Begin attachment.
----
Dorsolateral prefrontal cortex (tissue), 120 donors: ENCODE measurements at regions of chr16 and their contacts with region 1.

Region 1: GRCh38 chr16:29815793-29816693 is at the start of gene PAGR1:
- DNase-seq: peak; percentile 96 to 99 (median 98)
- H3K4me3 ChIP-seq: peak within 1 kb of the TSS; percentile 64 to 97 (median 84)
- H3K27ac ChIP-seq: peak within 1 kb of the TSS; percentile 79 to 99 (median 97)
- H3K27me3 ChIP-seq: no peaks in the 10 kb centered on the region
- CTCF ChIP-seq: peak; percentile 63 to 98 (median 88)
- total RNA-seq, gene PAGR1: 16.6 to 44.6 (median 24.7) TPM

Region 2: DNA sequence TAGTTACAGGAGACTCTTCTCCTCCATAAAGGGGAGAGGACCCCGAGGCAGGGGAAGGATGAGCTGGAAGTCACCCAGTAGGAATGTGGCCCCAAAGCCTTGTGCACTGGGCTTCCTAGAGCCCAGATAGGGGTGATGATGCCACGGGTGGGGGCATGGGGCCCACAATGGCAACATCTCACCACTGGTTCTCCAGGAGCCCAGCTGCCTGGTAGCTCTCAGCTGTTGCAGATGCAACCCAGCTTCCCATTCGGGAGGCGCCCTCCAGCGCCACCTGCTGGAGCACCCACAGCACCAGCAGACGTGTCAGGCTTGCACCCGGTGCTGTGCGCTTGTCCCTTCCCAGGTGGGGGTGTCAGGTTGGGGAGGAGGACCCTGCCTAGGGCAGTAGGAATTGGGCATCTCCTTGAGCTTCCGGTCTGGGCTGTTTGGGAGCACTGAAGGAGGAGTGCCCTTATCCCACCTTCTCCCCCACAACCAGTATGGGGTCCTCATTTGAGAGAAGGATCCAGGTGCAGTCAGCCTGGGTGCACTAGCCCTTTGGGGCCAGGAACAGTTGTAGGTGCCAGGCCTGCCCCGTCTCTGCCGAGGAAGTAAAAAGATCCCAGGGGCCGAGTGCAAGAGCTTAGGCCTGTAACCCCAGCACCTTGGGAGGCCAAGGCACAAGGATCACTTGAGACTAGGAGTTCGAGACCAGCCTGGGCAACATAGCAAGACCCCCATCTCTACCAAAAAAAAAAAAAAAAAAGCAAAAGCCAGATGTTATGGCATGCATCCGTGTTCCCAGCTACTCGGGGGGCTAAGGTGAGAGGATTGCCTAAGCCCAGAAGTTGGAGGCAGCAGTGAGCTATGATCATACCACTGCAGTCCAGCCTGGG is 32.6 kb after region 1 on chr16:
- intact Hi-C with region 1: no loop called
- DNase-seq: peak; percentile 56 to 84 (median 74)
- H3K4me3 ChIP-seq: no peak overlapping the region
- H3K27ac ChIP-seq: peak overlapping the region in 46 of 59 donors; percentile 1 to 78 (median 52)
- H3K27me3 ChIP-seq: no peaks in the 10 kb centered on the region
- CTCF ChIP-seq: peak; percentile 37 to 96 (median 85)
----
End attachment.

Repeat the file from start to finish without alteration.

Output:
Dorsolateral prefrontal cortex (tissue), 120 donors: ENCODE measurements at regions of chr16 and their contacts with region 1.

Region 1: GRCh38 chr16:29815793-29816693 is at the start of gene PAGR1:
- DNase-seq: peak; percentile 96 to 99 (median 98)
- H3K4me3 ChIP-seq: peak within 1 kb of the TSS; percentile 64 to 97 (median 84)
- H3K27ac ChIP-seq: peak within 1 kb of the TSS; percentile 79 to 99 (median 97)
- H3K27me3 ChIP-seq: no peaks in the 10 kb centered on the region
- CTCF ChIP-seq: peak; percentile 63 to 98 (median 88)
- total RNA-seq, gene PAGR1: 16.6 to 44.6 (median 24.7) TPM

Region 2: DNA sequence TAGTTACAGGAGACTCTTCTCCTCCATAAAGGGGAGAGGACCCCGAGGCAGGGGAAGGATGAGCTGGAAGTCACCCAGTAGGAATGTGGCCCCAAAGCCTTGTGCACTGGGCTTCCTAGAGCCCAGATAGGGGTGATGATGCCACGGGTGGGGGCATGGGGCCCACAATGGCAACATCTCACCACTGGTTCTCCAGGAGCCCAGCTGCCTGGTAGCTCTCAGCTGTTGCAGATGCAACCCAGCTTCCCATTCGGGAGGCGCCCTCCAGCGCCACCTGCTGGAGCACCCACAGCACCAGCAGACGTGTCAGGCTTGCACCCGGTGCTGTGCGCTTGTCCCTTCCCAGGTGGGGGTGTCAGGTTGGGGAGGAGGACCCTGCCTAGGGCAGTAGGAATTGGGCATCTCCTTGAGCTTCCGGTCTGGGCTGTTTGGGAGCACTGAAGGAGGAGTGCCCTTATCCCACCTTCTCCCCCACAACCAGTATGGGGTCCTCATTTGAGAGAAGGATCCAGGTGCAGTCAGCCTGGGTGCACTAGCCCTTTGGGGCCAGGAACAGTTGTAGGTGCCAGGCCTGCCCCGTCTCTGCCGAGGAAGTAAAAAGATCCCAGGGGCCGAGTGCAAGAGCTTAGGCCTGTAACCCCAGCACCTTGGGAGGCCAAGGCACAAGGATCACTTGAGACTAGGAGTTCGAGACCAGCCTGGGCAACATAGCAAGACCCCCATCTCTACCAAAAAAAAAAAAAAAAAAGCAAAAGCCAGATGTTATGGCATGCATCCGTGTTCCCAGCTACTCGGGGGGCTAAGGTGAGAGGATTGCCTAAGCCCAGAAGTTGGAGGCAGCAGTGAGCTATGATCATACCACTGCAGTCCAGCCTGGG is 32.6 kb after region 1 on chr16:
- intact Hi-C with region 1: no loop called
- DNase-seq: peak; percentile 56 to 84 (median 74)
- H3K4me3 ChIP-seq: no peak overlapping the region
- H3K27ac ChIP-seq: peak overlapping the region in 46 of 59 donors; percentile 1 to 78 (median 52)
- H3K27me3 ChIP-seq: no peaks in the 10 kb centered on the region
- CTCF ChIP-seq: peak; percentile 37 to 96 (median 85)